Join the Vancouver Neighbourhood Food Networks and Fresh Roots for a virtual screening of the documentary Food For The Rest of Us and an online panel discussion, Decolonizing Urban Foodscapes.
- Food For The Rest of Us: virtual film screening. April 25th to May 1st (anytime)
- Decolonizing Urban Foodscapes: online panel discussion event. Thursday, April 28th 7:00 – 8:30pm. Featuring film participant Maurice (Eric) Person, Melissa West Morrison, Ga’axsta’las 琪琪, Senaqwila Wyss, & Alisha Lettman
About Food For The Rest of Us:
The film follows four unique individuals leading the way to a sustainable, equitable, and innovative food system; an Indigenous-owned, youth-run organic farm in Hawaii, and Black urban grower in Kansas City who runs a land farm at East High School, a female Kosher Butcher in Colorado working with the Queer Community and an Inuit community on the Arctic Coast who are adapting to climate change with a community garden in a small geodesic dome. Watch the trailer here.
Tickets by donation (tax receipts issued for donations $10 and over): https://www.eventbrite.ca/e/food-for-the-rest-of-us-screening-conversation-tickets-300231078237
All proceeds from this virtual event will fund the screening and panelist honorariums in addition to supporting the work of Fresh Roots and the Vancouver Food Networks.
Door prizes to be drawn during the April 28th panel discussion generously sponsored by Ubuntu Canteen!
You will be provided with:
- A unique link for viewing the documentary (available for 7 days between April 25th and May 1) from the comfort of your home
- Zoom link to the online panel on April 28th, 7:00 – 8:30 pm
Maurice (Eric) Person
Maurice is a Black-Indigenous farmer who was born and raised in Oathe, Kansas. His grandmother was a Choctaw-Kickapoo woman and his grandfather was a share crop farmer. Under the guidance of his grandparents, he learned about the intense healing that can happen when you get your hands in the dirt and grow your own food. He now lives in Atlanta, GA and works with Community Movement Builders, a not-for-profit to support food sovereignty and food sustainability. He loves to introduce new plants and food to people and his mission is to empower black youth to return to their roots, honour what was forgotten and stolen, and help people reconnect to the land. He believes that by decolonizing our minds and diets, we can be truly on the path to health and healing.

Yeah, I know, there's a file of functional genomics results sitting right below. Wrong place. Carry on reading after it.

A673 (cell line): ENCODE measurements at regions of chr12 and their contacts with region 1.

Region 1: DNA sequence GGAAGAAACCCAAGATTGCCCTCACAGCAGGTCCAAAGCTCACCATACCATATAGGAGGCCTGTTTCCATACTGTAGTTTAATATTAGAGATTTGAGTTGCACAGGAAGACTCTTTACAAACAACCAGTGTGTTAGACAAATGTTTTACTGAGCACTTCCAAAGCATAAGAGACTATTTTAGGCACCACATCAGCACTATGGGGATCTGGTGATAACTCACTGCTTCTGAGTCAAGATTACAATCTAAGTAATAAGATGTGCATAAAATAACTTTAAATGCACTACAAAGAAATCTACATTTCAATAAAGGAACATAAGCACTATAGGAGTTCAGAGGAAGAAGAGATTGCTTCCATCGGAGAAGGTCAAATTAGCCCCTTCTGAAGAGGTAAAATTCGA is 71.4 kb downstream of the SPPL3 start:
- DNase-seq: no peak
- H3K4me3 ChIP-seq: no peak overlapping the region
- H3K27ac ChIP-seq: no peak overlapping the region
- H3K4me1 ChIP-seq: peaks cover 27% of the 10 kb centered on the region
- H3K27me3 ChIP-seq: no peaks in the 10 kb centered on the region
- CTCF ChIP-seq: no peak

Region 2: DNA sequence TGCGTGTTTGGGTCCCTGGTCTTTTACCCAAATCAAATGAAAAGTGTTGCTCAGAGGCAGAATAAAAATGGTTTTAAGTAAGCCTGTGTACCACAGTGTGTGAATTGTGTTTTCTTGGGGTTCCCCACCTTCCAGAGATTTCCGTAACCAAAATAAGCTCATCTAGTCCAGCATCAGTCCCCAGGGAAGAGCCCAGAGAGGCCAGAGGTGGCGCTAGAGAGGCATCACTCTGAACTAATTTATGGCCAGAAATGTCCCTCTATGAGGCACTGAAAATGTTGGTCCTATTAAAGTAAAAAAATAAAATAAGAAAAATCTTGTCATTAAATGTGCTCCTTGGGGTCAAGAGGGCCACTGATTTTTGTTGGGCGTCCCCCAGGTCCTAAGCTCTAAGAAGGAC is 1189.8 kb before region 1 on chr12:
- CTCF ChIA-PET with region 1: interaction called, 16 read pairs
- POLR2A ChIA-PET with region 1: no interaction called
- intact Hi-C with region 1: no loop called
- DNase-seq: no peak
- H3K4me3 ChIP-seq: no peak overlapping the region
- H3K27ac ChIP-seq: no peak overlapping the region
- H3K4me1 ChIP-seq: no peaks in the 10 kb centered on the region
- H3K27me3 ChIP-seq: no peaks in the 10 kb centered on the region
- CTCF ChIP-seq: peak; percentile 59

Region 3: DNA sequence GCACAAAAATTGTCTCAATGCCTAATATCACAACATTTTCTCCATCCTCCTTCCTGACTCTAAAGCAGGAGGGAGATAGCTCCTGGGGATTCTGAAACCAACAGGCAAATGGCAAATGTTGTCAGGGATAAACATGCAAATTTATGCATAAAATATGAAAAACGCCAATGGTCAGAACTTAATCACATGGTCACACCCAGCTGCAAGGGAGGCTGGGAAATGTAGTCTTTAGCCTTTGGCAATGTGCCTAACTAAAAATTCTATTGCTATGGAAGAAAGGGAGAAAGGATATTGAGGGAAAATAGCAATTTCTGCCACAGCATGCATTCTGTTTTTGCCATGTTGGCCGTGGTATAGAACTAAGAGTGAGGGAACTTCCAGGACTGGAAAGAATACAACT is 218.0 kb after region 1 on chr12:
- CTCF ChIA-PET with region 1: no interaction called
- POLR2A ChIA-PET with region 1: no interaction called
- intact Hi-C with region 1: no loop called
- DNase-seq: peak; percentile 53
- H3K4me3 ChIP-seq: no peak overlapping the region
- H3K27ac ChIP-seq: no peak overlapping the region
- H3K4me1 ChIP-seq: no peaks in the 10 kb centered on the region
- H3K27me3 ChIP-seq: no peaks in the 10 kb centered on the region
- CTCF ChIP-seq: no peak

Melissa West Morrison|| Ga’axsta’las || 琪琪 ||
Melissa has one foot in Cedar and another in Bamboo. She is ‘Namgis and Chinese. Passionate about growing culturally relevant food and making medicines, Melissa is a plant alchemista in training and on a life-long journey of learning the language of plants. Melissa facilitates intergenerational land-based educational programming and community-based research projects related to Indigenous food security while increasing knowledge of and access to traditional plants and foods.
She is a community artist, UBC alumni and recent graduate of the Tsawwassen First Nation Farm School. Melissa has also recently embarked on learning her ancestral language of Kwak̓wala at North Island College and is enrolled in a Family Food Security Course.
Senaqwila is Sḵwx̱wú7mesh Úxwumixw (Squamish Nation), Tsimshian, Sto:lo, Hawaiian and Swiss. She holds a Bachelor of Arts Degree in the faculty of Communications, Arts and Technology, minor in First Nations Studies. She also holds a First Nations Languages Proficiency Certificate and Diploma in the Sḵwx̱wú7mesh Sníchim.
She and her husband, Lil̓wat filmmaker Justin Leo, are raising their 5year old daughter, and adopted her 10year old niece, to be first language speakers, which has not been done in her family for generations after colonial impacts. She practices ethnobotany with traditionally trained mom Cease Wyss with indigenous plant medicines. Senaqwila was raised learning these ancestral teachings and uses plants as teas, medicines, tinctures and ceremony.
Alisha Lettman (she/they) is a Jamaican-Sindhi artist, plant lover, and educator. She started the Legacy Growers Collective in 2020 to stewards cultural foods & medicines of the African Diaspora & facilitate land-based learning. Presently, she teaches with ARC Community School. She specializes in place-based learning and uses artistic practice & cultural and historical knowledge to ignite belonging, compassion, creativity, and interdependence In youth.
In 2021 she completed her Bachelors in Leadership & Social Change from the University of British Columbia. As a lifelong learner herself, she also has professional experience in Hindustānī music, massage therapy & traditional herbal medicine.